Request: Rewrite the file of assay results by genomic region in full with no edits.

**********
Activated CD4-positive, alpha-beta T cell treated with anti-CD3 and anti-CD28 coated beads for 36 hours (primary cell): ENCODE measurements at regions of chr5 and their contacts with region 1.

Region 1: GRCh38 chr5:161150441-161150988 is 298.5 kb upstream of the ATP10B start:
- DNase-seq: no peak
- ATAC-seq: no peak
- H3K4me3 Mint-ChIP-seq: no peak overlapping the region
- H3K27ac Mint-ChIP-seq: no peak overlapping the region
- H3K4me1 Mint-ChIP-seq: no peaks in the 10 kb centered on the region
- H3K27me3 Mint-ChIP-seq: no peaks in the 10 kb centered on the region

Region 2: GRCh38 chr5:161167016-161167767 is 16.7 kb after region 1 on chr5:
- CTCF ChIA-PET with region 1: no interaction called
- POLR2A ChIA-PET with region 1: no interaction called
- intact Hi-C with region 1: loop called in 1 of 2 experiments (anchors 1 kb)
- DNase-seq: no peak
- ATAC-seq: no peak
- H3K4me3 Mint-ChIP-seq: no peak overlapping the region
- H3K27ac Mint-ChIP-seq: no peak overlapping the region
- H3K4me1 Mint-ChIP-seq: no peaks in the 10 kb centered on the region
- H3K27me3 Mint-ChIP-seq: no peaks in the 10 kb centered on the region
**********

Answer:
Activated CD4-positive, alpha-beta T cell treated with anti-CD3 and anti-CD28 coated beads for 36 hours (primary cell): ENCODE measurements at regions of chr5 and their contacts with region 1.

Region 1: GRCh38 chr5:161150441-161150988 is 298.5 kb upstream of the ATP10B start:
- DNase-seq: no peak
- ATAC-seq: no peak
- H3K4me3 Mint-ChIP-seq: no peak overlapping the region
- H3K27ac Mint-ChIP-seq: no peak overlapping the region
- H3K4me1 Mint-ChIP-seq: no peaks in the 10 kb centered on the region
- H3K27me3 Mint-ChIP-seq: no peaks in the 10 kb centered on the region

Region 2: GRCh38 chr5:161167016-161167767 is 16.7 kb after region 1 on chr5:
- CTCF ChIA-PET with region 1: no interaction called
- POLR2A ChIA-PET with region 1: no interaction called
- intact Hi-C with region 1: loop called in 1 of 2 experiments (anchors 1 kb)
- DNase-seq: no peak
- ATAC-seq: no peak
- H3K4me3 Mint-ChIP-seq: no peak overlapping the region
- H3K27ac Mint-ChIP-seq: no peak overlapping the region
- H3K4me1 Mint-ChIP-seq: no peaks in the 10 kb centered on the region
- H3K27me3 Mint-ChIP-seq: no peaks in the 10 kb centered on the region